Jomtien said that the only mechanism that can be used to prosecute sexual abusers in the school system is the Code of Ethics of the Teaching Profession, established by the Teachers' Council of Thailand (Khurusapha), where sexual abuse by teachers, whether against a student or a co-worker, is considered a violation of the Code.
However, Watcharamon stated that in fact, the Code of Ethics cannot be used to inflict serious punish on anyone in the education system, unless the unethical behaviour of the teacher is also against the law, in which case they may get a severe penalty, such as dismissal.
In Thailand, only the schools run by the Catholic Church have a policy on sexual abuse. This policy concerns the pastoral care of minors, and includes protection against sexual abuse in all church organizations. The policy is called “A Protocol of the Catholic Bishops’ Conference of Thailand (CBCT) for Addressing Sexual Abuse of Minors and Vulnerable Persons in the Church in Thailand”
The protocol clearly states that the church does not tolerate any form of sexual abuse. If it occurs, the abuser will be investigated by people from the church. There are different levels of penalty in proportion to the offence, the most severe being expulsion from their position in the church. Also, the church must provide full support and protection for the victim after the abuse is reported.
Jomtien commented that neither the Code of Ethics nor the church policy support victims. She said that Thai schools that are not connected to the church are not able to help victims at all, as they have no connection with organizations that provide support for abuse victims and teachers often do not know how to seek outside help.
“In Thai schools, it mainly depends on the shamelessness or shamefulness of the school, how they think, or it depends on whether you are lucky enough that the school has teachers with enough power who agree with the children and can step up to protect them,” said Jomtien.
The teachers and advocates interviewed said that Thai schools tend to prioritize their own reputation over defending the abused victims. Moreover, the rules and regulations implemented in the educational system do not benefit the victims.
During a protest on 1 December 2020, the education reform activist group Bad Student hung a banner saying "The school uniform is unsafe" from the wall around the Ministry of Education. (Photo by Kan Sangtong)
Natta (last name withheld for security reasons), another teacher at the Bang Rak girls’ school, said that solving sexual abuse in schools is limited because the rules (of both the schools and the Ministry of Education) are not well-enforced, and those responsible for enforcing them do not adhere to a single standard.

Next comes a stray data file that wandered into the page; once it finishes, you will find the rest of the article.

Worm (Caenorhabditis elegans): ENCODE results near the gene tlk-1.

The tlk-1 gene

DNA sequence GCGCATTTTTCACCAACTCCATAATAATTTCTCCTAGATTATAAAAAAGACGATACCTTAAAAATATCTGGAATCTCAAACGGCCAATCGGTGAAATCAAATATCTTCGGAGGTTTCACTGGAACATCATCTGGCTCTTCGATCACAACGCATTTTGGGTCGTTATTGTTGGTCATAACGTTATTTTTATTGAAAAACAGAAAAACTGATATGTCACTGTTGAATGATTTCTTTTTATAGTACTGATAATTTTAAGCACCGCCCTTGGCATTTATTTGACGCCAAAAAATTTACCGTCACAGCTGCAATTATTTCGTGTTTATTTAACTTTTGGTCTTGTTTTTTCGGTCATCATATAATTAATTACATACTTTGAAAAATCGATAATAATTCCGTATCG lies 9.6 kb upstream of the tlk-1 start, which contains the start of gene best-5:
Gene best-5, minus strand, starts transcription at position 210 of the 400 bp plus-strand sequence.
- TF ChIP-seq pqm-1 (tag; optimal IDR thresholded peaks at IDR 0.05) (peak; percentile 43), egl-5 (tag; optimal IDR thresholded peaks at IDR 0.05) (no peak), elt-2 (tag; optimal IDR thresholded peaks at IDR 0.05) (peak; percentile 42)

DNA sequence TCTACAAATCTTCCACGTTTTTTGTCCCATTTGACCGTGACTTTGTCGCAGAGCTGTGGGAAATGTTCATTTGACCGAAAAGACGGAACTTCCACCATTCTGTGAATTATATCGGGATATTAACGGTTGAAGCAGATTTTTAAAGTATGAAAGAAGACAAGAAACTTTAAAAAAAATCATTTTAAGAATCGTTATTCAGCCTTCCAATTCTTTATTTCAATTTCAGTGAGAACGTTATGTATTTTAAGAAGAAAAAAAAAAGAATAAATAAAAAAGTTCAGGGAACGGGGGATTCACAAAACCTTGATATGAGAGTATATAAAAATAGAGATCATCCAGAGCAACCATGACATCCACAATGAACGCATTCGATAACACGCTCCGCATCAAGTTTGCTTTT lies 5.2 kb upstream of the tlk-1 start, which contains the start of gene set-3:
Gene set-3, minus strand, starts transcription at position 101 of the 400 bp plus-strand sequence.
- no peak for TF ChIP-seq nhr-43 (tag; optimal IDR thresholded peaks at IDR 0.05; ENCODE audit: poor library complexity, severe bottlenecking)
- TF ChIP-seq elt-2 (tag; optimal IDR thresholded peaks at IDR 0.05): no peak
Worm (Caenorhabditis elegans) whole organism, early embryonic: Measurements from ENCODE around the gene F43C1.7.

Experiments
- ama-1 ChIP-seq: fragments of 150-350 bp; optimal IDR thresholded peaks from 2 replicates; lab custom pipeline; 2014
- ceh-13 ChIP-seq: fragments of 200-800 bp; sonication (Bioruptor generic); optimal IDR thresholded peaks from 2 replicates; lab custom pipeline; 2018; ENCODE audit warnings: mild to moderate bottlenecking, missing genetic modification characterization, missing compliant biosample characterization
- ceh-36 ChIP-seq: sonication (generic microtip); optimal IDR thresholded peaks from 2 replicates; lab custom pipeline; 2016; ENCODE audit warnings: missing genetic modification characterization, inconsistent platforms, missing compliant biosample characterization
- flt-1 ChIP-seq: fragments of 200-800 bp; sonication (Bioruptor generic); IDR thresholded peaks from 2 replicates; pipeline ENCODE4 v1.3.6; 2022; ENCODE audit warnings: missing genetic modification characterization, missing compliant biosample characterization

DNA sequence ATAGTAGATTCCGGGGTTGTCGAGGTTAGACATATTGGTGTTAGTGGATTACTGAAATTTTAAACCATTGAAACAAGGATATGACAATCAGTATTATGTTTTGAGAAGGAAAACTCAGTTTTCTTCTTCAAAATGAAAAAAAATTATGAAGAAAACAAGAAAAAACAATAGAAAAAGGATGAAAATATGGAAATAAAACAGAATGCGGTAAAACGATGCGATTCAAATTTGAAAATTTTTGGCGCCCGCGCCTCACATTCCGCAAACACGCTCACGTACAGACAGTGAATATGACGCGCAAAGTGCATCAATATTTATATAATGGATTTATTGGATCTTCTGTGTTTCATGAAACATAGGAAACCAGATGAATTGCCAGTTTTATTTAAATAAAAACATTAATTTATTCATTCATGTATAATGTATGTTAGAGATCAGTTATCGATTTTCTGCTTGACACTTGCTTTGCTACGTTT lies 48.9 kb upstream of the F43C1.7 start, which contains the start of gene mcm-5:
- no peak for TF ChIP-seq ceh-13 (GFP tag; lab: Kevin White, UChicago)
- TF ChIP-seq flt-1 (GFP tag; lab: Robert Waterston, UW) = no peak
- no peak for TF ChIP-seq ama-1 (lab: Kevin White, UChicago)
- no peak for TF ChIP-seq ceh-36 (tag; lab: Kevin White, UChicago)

“Ultimately, directors should consider the students or victims first, because if we (schools) are too weak, this kind of case is always going to happen.”
On school management she commented “If they act correctly, the school’s reputation in the end will be sustained. If they follow procedures correctly, children will also be safer, and the school will gain more credibility among parents and the children themselves, if the judgment is fair and based on the rules that have been set.”
She still insists that the rules are not strongly enforced, and school administrations have not emphasized the rights and freedoms of students as they should.
Orawee made a similar comment that the legal penalties against abusers in schools are not severe enough for deter those people from abusing others.
“The law is still weak to the point where if they do it, it is not like they get fired from teaching or cannot continue in this career. But in the end, the one who gets stigmatized is the child anyway,” said Orawee.
Difficult access to Legal Support
Thailand has laws to protect people who experience sexual abuse, whether indecent acts, harassment, or rape against children under 18. However, it is difficult for victims to go to the police.
“Legal details can be skipped. Let’s see first whether we can file a police report,” said Jomtien.
According to Jomtien, a victim faces many problems when reporting sexual abuse. The police might refuse to take the complaint, or let them file only a “daily report”, which will not lead to an investigation unless the report is filed as a case, meaning that the report is intended as a complaint leading to prosecution of the offender.
“If the person who goes to file a report is not aware of this, they will miss the first step of accessing the legal process.”